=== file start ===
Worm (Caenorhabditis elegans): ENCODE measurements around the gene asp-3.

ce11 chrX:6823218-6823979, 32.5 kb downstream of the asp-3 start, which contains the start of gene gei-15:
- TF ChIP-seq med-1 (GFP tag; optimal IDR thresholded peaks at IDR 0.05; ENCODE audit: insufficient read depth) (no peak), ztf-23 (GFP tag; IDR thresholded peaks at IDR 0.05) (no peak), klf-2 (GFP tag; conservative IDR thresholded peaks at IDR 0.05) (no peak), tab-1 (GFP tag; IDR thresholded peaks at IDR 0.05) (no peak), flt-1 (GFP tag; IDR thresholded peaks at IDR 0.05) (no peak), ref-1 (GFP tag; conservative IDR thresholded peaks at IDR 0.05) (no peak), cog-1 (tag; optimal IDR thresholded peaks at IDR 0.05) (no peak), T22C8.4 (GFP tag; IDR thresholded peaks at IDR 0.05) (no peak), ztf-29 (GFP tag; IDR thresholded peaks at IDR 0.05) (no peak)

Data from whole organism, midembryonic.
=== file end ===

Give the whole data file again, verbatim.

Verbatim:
Worm (Caenorhabditis elegans): ENCODE measurements around the gene asp-3.

ce11 chrX:6823218-6823979, 32.5 kb downstream of the asp-3 start, which contains the start of gene gei-15:
- TF ChIP-seq med-1 (GFP tag; optimal IDR thresholded peaks at IDR 0.05; ENCODE audit: insufficient read depth) (no peak), ztf-23 (GFP tag; IDR thresholded peaks at IDR 0.05) (no peak), klf-2 (GFP tag; conservative IDR thresholded peaks at IDR 0.05) (no peak), tab-1 (GFP tag; IDR thresholded peaks at IDR 0.05) (no peak), flt-1 (GFP tag; IDR thresholded peaks at IDR 0.05) (no peak), ref-1 (GFP tag; conservative IDR thresholded peaks at IDR 0.05) (no peak), cog-1 (tag; optimal IDR thresholded peaks at IDR 0.05) (no peak), T22C8.4 (GFP tag; IDR thresholded peaks at IDR 0.05) (no peak), ztf-29 (GFP tag; IDR thresholded peaks at IDR 0.05) (no peak)

Data from whole organism, midembryonic.